Tried 48Hz last night - some questions

Discussion in 'Projectors, Screens & Video Processors' started by tryingtimes, Jan 11, 2002.

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  1. tryingtimes

    tryingtimes
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    I tried 48Hz last night (not 47.952 - I'll try that tonight)
    Watched Phantom Menace (various bits) (and also the desktop!)

    I was aware of the flicker on white highlights (especially if against dark edges) and on very bright scenes.
    Did this improve or harm the experience?
    Well - in a way i can see what people are raving about.
    It does have a more 'analogue' look, 'authentic', even.
    Will I stick with it? - maybe - I'll certainly keep a shortcut to it on my desktop (once I've sorted 47.952).

    So - to my questions.

    1. Am I helping my projector to live longer by running at 48/50 instead of 72/75?

    2. Will my graphics card be optimised for any particular frequencies.

    3. Am I damaging my eyes in any way?

    4. The picture was about 30 pixels to the right even after I had copied from my usual [email protected] memory block. Does this point to a problem or is it ok to just to move it back across.

    Many thanks in advance
    Alex
     
  2. ROne

    ROne
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    I've had some success with 48hz over other suggested frequencies. I don't think there is one ideal frequency for all material, epsecially taking into account the fixed internal hz of a LCD projector.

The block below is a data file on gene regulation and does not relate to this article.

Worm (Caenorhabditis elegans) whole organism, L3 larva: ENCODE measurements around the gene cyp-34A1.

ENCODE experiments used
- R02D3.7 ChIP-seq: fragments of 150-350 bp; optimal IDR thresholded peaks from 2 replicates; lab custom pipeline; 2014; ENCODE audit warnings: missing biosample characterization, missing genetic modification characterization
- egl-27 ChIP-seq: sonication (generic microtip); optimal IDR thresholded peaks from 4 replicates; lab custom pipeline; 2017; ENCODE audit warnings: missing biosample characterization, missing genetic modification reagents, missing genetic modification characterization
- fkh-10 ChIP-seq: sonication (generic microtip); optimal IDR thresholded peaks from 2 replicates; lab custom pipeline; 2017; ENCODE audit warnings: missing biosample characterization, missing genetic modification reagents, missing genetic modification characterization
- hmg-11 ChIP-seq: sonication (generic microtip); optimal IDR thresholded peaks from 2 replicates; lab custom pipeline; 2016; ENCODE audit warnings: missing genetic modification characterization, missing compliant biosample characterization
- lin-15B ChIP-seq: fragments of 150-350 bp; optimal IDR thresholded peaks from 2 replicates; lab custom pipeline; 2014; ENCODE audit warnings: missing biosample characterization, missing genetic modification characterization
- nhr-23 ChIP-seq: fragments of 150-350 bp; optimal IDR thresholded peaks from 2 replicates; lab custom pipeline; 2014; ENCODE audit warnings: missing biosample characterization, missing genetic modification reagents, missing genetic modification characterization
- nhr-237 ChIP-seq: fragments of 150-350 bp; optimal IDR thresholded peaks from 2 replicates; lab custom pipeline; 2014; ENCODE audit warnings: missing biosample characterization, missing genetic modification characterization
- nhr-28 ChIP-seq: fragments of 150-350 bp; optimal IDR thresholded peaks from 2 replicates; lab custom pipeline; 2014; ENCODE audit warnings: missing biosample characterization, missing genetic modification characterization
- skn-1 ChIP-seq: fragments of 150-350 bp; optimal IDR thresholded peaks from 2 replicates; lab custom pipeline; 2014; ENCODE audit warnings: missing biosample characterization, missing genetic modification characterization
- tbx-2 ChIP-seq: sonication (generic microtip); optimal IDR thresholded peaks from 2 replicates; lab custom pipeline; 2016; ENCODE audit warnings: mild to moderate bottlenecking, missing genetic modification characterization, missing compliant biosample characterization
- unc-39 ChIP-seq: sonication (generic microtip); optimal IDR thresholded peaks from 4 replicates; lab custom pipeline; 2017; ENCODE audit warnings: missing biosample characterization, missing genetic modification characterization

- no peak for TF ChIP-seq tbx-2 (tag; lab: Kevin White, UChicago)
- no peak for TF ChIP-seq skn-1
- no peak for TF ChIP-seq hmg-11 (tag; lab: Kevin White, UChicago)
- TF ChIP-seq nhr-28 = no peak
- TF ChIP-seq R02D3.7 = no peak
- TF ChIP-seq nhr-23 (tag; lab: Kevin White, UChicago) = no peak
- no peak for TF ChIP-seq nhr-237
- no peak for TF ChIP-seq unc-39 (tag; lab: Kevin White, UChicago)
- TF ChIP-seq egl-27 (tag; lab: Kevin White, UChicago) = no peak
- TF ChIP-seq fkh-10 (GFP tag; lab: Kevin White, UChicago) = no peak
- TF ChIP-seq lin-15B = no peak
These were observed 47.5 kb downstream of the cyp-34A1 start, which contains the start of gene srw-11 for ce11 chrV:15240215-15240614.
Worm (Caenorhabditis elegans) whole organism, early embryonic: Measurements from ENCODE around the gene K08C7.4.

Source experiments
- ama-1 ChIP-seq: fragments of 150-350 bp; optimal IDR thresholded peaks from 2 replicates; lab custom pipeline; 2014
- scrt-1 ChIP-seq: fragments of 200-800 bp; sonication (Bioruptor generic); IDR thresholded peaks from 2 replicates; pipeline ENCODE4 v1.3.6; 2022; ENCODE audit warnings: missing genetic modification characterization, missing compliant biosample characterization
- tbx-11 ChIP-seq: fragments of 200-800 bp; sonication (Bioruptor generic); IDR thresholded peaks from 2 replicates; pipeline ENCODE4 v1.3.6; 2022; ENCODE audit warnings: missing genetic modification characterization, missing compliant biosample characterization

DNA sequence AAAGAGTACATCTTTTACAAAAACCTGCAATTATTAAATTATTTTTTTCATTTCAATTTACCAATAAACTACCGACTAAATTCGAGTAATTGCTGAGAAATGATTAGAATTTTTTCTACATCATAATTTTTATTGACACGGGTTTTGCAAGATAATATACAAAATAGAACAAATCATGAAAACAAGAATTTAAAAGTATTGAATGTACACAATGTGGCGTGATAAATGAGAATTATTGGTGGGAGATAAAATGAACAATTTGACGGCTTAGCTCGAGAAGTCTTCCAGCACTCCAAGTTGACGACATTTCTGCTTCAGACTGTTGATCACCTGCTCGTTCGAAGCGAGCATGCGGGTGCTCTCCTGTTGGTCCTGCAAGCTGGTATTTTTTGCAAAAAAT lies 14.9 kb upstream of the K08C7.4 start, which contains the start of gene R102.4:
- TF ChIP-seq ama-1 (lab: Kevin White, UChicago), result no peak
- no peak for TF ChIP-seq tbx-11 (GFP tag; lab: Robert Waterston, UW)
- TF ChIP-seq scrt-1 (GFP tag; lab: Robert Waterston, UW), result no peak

1. I can't see any reason providing you are driving your projector in spec why it will last any longer. However this may not be the case for CRT. Roland or Gordon or one of these other CRT experts would advise, but certainly shouldn't damage an LCD.

    2. Graphics cards as far as I know are multi-scanning devices, and the best frequency is usually an attribute of your projector/graphics card combo.

    3. Well we watch films as 24/48 FPS so if these don't give you a headache, why should your projector? I think high refresh rates of 75hz + are required when you are reading text or studying small print etc, not necessary to recreate what is essentially limited by the 24fps material. However you may still detect flicker.

    I think this whole issue of FPS/refresh rates, is a complicated situation, we have film at 24 , NTSC video at 30, PAL at 25 ... I personally don't like the inherant jitter on film material especially on PANs and tracking shots, however if we start to speed up frame rates to 60 FPS, we may lose some of films blurry texture but will gain clarity on faster moving shots. It would be nice to standardise across the board though, so we haven't got all this silly conversion nonesense.

    However we may not be moving away from it to soon, the new digital SONY CINE-ALTA format (Hidef film), can shoot in 24fps which it did on MIKE BASSET, however its capable of shooting other framerates, I will be interested if this format keeps the 24fps or eventually alters perhaps to suit TV or HDTV broadcast
    to make easier conversion.
     
  3. tryingtimes

    tryingtimes
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    I guess this will depend on the proliferation of digital projectors that are capable. Are the current digital projectors (trafford centre for example) capable of high frame rates?